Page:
I went down to make another mayday call for the fleet on 69 and on 16, in both Spanish and in English. I activated the distress button on the VHF. Barry came down and grabbed his bag and a few things. I took from the chart table the boat’s documents. Even though the water was now almost thigh high, Mark came down and grabbed his passport and money. I went up in the cockpit and Barry started sending tin cans, water bottles, bread, any food items he found up to the cockpit. I emptied one of my watertight bags (the one with the computer) and Judy told me I wouldn’t need it, so I threw it down into the cabin, and filled the bag with food. I put my papers and some the other items in my other water tight bag, sealed it and attached a fender to it. Barry came back up as the water was now mid-stair level. His floating pelican case with cell phone inside floated by, and he grabbed it.
I told everybody that I will take care of them, just to stay calm and wait to orders. I told everybody to grab onto a bag, and not to go overboard yet, we will all go into the liferaft together when its time. I explained the EPIRB had been activated and that the USCG was getting the signal as I spoke. I told them all that we were going to be OK. I took Ray forward to the liferaft in front of the dodger. I explained to him how it worked and what his job was going to be and how it was going to unfold. I made him read the instructions; there are little drawings on the top of the canister. He looked at me as if I was mad to make him read instructions in a time like this. So I just explained it. I took the line, made him check that it was attached to the frame to the boat. I told him we would pull this quite a ways for it to pop out and inflate on its own. His job was to hold on to the line so the liferaft wouldn’t fly away. I told him this wasn’t going to happen until I was certain the boat was going down because we had a much better chance of being spotted on the boat. I told him to stand-by and hold on to the railing. I went back to the cockpit to make sure everybody was ready and prepared. I don’t know how one can be ready, or how you know if you have everything, but when I saw the water now at the top of the stairs and the first wave rolling on the bow, I knew it was time.
I looked at Barry and said now is the time to deploy the liferaft. He agreed. I said come with me. The boat was now just bobbing on port tack, sails were mostly luffing water outside almost same level with water inside. I secretly hoped we could float like this for a while. Barry turned to me, said something like we’re going to make it fine and we are going to live this one out, so we shook hands saying let’s do this, this is it. Hug, kiss, and pat on the back. We pulled the line from the canister. I remembered the change in color from the line means you are almost there. When I saw the red part, I said wait, wait, let’s make sure this doesn’t get blown away. So I made a clove hitch on the railing. Ray was still holding to his end. I told him not to let go. The first real big wave came across the deck. I started pushing the canister down, so it would go overboard but it started to inflate on top of the boat with a part of the raft under the lifeline, inflating now on both sides. Moment of pure panic, now the lifeline is going to prevent it from inflating and the boat is going to take it down with it. I started pulling, and pushing from the other side; I told Barry and Ray to pull, to pull it hard so it would dislodge itself from under the lifeline. It was making really loud sounds, all different. It sounded like it was being popped more than inflated. I turned around and started to go towards the cockpit, I remembered the bolt cutters in the garage. The cockpit was under water, I was not going under water. I wanted to go to the end of the life line at stern pulpit to cut it off, but the next wave completely inundated the cockpit, crashing over us, now we are swimming. As the raft popped free of the lifeline, I heard a loud air suction out of the galley port hole, the last of the air trapped inside the boat. Then the whole deck was under water. Then I felt the backstay right behind me… as the boat sank, the backstay gets closer and closer up to the little triangle at top of the mast. I saw Ray almost under it, I shoved him away as I backed out the other side, and I saw the top of the mast, with the wind indicator arrow and Windex, disappear 20 cm from my face.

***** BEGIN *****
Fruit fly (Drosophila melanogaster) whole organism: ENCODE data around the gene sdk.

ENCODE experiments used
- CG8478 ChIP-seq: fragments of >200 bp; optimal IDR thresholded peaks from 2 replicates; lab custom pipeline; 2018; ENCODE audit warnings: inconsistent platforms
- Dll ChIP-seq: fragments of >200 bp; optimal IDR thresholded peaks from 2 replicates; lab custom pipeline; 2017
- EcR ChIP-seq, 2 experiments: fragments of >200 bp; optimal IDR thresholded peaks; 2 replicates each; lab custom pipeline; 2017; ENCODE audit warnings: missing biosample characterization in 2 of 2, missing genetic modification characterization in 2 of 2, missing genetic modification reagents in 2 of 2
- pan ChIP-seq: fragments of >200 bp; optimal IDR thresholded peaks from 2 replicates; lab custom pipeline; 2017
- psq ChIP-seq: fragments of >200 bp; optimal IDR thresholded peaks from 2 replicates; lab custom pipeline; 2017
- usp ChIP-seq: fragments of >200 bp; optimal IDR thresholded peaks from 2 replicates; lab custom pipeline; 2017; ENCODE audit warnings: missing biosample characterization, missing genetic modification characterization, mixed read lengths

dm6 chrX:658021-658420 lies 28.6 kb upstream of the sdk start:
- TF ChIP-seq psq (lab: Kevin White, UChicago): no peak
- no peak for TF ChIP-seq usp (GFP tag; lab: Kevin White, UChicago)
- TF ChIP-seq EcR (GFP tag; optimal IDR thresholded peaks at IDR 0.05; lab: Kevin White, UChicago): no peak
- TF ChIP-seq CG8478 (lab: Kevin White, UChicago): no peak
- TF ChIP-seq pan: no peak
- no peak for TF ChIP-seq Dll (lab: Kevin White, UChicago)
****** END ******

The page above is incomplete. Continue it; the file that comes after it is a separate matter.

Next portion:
I looked around, and did a head count, asked if everybody was ok. We were all around the liferaft; we were all in the water. There was nothing else. It all seemed to so quiet, I felt really small and abandoned. We were alone. The boat was gone.
All the best,
Wayne Zittel and the J World Team….